We are left with how to ensure the Province’s exports to the Republic comply with EU regulations and directives. The starting point should be EU recognition of Mrs May’s legislation that swept all EU regulations into British law: “retained EU legislation” is “set out in sections 2 and 3 of the European Union (Withdrawal) Act 2018 (c. 16). Section 4 of the 2018 Act ensures that any remaining EU rights and obligations, including directly effective rights within EU treaties, continue to be recognised and available in domestic law after exit.” Northern Ireland legislation is therefore now compatible with EU regulations and all the attention given to that by the Protocol is redundant – along with the paperwork and bureaucracy. The EU’s interpretation of the legal situation is the problem, not the reality.  

Of course, one of the reasons given for Brexit was the UK’s freedom to change regulations in the future and the UK will not be bound by future EU directives and regulations.  The word “future” is only used six times in the Protocol, mostly to do with agricultural financial support and twice in terms of the general relationship: “The Union and the United Kingdom shall use their best endeavours, in good faith and in full respect of their respective legal orders, to take the necessary steps to negotiate expeditiously the agreements governing their future relationship.” (Article 184) 

Article 13, however, gives the EU the right to propose that any new law of theirs that “falls within the scope of this Protocol” should also be adopted for Northern Ireland. If the Joint Committee fails to reach agreement, whether for or against, “within a reasonable time, the Union shall be entitled, after giving notice to the United Kingdom, to take appropriate remedial measures.” There is no reciprocal right for the UK. 

If a new EU law affects a product sector which is a major export category for Northern Ireland to the Republic, agri-food or machinery for example, Northern Ireland will have to comply with it for those exports. It should be free to adopt it for the Province’s internal use, as the Protocol envisages, but that should not prohibit goods conforming to UK regulations being sold within the Province as well.  Northern Ireland can be a member of both common markets at once. Likewise, if Westminster wishes to change or adopt a new regulation, it may, for the same pragmatic reasons exempt Northern Ireland which is, after all, a devolved nation. The existing Protocol does not mention this right but neither does it prohibit it.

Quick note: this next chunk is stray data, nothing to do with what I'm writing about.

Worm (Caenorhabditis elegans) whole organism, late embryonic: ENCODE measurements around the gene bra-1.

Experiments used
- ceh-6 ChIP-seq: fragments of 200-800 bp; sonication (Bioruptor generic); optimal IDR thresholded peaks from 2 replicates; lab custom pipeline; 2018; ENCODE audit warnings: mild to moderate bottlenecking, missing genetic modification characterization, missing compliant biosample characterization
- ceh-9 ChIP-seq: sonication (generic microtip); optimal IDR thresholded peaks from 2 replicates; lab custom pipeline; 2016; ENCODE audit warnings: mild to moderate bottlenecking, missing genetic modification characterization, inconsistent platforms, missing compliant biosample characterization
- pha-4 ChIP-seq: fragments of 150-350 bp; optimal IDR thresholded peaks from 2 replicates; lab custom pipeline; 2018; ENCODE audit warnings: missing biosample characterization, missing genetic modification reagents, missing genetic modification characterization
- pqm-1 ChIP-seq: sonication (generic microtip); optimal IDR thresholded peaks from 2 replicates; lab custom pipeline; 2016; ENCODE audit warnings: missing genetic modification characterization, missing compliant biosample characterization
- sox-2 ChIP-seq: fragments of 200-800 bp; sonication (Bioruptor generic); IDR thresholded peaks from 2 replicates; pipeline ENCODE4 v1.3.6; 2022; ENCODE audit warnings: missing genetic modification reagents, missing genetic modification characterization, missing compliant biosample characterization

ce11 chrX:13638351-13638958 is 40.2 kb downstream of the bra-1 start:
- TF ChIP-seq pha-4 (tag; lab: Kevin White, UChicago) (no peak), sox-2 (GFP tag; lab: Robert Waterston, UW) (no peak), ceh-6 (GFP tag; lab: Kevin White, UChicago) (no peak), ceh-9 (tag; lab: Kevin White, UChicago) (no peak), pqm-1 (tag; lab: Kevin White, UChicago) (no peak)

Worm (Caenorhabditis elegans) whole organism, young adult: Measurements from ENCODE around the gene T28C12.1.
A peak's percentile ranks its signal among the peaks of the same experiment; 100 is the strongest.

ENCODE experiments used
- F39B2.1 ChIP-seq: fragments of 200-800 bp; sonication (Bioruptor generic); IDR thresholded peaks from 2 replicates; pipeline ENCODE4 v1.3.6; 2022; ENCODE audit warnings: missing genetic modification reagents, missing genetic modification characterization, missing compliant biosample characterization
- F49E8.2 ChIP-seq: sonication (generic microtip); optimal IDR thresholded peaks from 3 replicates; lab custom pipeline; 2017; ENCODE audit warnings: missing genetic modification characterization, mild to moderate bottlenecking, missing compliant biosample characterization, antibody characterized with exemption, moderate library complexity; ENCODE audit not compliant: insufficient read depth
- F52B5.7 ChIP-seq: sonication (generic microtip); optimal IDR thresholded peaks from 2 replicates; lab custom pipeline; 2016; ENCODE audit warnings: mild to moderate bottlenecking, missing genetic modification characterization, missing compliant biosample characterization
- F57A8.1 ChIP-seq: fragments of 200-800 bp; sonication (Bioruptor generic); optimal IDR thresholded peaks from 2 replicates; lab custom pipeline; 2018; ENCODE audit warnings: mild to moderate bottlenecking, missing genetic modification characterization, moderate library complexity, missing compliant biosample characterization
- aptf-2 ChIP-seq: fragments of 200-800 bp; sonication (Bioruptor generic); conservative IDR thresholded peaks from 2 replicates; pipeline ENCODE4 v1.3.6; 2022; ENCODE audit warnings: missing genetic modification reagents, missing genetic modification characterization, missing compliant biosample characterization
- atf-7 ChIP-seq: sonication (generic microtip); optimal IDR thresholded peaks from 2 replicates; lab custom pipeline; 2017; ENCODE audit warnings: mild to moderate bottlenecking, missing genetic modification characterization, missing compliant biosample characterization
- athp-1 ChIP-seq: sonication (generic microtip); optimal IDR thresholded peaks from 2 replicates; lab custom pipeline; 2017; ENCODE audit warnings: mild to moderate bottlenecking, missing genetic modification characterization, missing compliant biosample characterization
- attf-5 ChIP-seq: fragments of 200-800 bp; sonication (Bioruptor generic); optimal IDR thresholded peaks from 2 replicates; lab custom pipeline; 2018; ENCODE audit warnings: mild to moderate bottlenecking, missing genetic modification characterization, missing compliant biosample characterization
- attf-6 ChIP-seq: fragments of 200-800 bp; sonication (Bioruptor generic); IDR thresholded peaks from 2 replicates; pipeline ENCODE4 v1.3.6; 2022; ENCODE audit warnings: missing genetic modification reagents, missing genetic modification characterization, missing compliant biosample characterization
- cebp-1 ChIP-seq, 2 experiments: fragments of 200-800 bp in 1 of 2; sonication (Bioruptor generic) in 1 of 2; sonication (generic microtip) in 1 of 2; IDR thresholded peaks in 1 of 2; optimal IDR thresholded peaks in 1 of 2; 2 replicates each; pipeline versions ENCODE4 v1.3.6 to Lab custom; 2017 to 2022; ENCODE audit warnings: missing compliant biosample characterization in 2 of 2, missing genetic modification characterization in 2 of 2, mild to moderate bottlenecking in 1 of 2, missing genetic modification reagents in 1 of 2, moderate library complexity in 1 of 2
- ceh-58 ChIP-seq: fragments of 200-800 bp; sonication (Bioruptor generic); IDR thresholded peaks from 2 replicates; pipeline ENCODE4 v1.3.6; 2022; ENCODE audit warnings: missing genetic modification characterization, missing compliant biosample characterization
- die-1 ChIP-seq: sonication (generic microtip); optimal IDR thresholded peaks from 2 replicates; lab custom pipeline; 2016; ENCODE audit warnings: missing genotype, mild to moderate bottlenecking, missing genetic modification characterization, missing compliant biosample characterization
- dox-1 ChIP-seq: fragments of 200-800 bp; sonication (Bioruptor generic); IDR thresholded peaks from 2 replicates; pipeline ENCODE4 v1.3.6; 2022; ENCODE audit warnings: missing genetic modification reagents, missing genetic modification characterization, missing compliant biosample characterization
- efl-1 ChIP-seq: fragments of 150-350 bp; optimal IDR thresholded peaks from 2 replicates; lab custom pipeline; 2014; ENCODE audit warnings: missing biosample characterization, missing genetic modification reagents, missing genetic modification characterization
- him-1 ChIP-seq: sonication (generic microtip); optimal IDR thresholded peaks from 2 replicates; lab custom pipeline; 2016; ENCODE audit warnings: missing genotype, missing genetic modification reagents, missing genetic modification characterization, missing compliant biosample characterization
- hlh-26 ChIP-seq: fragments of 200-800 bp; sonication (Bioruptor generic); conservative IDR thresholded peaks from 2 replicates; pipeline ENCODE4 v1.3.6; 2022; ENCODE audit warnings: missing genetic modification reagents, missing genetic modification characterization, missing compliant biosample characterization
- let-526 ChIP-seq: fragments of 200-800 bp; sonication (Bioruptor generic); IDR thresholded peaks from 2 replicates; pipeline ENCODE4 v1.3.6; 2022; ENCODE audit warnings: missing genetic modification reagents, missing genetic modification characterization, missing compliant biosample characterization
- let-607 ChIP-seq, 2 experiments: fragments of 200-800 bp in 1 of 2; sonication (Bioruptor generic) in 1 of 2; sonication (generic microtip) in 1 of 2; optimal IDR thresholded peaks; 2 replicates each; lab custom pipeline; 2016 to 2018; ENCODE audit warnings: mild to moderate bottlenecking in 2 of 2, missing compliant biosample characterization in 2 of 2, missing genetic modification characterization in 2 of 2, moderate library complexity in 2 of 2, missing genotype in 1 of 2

In short, if both parties intend really to cooperate, as distinct from pretending to, a new Protocol which meets all the objectives of the original but does not involve delays, wasteful paperwork and bureaucracy or an Irish Sea border, is perfectly possible. 

We now know from Irish diplomats that background talks are inching towards a revised agreement.  This has been confirmed, off the record, by a UK minister. The most useful progress appears to be a proposal from the EU for “a joint EU UK veterinary agreement which, officials say, could do away with up to 90% of the checks and controls on the Irish Sea.” On the other hand, the EU’s attitude remains high-handed: “EU diplomats say that if London continues to show it is implementing the protocol, then flexibility would be forthcoming.” In other words, comply and then we will consider being flexible. It is possible that a fresh joint agreement will be announced by early May. 

The lack of openness by the UK government is worrying. The Irish diplomats claim that the UK government proposals were delivered to Brussels on 31st March but we do not know if politicians in Northern Ireland would find them acceptable even in the unlikely event that Brussels did. If Dublin is fully involved in the negotiations but Belfast is not, that would be a grave error. Lewis and Frost could be getting us into another fine mess.

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Tim Ambler
Tim Ambler (born 1937) is a British organizational theorist, author and academic on the field of Marketing effectiveness. Ambler featured on Marketing's list of the 100 most powerful figures in the industry. He is cited by the Chartered Institute of Marketing as one of the top 50 marketing experts in the world